There's definitely a cost associated with making sure that your userspace behaves itself in a wakelock-free environment, although there are associated benefits. Assuming a well-behaved userland and kernel, taking a wakelock should be approximately a zero-cost operation as far as power budget goes. But Android's userland and kernel don't seem well behaved. Running powertop on my Nexus One (screen off) shows over 100 wakeups per second. Some of that's because I've got USB connected and some of that's because it's monitoring the battery charging, but there's also bits of userspace doing stuff and active filesystem threads and it's all a bit of a mess. The result of this is that any Android app taking a wakelock pretty much instantly halves your battery life, even if that app doesn't do anything.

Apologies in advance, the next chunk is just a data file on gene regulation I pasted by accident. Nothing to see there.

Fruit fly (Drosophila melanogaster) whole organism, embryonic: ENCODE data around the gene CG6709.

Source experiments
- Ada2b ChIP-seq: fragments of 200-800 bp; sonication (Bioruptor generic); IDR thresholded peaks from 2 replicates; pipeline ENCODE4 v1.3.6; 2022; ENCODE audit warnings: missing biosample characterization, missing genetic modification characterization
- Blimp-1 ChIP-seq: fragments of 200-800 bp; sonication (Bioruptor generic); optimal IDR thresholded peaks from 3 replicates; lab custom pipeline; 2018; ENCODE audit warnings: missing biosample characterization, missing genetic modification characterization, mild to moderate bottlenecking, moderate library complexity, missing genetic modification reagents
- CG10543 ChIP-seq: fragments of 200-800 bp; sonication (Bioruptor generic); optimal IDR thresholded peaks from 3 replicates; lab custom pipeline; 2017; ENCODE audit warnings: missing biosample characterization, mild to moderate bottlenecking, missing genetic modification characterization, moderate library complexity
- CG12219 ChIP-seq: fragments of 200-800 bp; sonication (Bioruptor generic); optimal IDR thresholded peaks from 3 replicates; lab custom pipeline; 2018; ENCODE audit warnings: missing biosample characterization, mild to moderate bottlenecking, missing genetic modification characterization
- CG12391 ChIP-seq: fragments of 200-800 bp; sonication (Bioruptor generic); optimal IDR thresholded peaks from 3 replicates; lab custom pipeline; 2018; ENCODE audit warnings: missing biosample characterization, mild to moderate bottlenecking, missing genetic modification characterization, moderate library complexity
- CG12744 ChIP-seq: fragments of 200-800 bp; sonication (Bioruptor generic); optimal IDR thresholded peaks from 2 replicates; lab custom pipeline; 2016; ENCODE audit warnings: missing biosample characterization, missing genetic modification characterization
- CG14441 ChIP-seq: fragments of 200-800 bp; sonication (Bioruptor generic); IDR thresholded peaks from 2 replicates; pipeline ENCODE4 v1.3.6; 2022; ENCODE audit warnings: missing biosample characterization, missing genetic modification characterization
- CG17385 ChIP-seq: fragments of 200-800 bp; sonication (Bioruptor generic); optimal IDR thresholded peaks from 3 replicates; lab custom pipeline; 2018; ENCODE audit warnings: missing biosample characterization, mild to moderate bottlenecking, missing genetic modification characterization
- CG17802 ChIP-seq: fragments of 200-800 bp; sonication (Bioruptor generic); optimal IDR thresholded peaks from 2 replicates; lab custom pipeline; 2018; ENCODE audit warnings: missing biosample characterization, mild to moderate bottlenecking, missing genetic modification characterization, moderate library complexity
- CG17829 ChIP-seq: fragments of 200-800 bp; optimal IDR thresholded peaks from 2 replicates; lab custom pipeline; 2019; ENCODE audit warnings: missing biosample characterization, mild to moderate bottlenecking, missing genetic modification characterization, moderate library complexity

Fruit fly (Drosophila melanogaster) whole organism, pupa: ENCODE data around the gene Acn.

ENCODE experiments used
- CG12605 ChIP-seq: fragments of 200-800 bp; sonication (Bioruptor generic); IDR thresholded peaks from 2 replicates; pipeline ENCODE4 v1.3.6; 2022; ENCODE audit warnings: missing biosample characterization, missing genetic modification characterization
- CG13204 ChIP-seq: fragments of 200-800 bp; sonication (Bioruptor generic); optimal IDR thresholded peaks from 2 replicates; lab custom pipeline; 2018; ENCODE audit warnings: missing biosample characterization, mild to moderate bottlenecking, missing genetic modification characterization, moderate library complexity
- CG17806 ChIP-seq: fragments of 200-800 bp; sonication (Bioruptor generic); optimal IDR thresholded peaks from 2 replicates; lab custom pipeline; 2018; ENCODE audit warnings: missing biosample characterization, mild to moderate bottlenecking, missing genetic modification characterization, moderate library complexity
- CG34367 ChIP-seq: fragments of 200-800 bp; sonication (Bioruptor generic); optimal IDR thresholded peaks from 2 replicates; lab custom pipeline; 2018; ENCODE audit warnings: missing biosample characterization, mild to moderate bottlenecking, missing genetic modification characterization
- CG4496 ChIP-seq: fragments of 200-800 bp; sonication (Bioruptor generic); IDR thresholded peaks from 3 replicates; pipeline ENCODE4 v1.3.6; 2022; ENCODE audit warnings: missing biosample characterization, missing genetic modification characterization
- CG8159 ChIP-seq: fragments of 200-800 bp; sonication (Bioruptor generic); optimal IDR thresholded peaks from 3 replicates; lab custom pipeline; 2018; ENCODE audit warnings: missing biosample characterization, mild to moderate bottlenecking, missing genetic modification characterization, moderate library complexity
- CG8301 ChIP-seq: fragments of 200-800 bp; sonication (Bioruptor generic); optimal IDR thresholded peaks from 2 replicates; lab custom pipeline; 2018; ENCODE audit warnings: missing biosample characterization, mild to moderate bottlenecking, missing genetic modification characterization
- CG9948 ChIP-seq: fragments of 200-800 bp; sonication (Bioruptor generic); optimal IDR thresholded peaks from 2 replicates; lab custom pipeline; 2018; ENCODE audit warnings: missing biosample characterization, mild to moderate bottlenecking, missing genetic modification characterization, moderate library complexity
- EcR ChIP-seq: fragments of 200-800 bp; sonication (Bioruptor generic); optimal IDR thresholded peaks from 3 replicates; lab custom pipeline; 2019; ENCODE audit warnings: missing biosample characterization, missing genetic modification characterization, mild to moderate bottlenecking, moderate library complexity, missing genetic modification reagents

So while there's engineering cost involved in reworking some portions of userspace, there's also a measurable engineering benefit in doing so even if you have wakelocks. The market hasn't really been given an opportunity to decide whether or not that's important yet.
(There's technical mechanisms to force userspace to behave without wakelocks, as long as you can assume a userspace that isn't actually pathological. The engineering involved is probably still fairly minimal. They're also undemonstrated, which is more of a problem. I should really get round to trying to prototype that)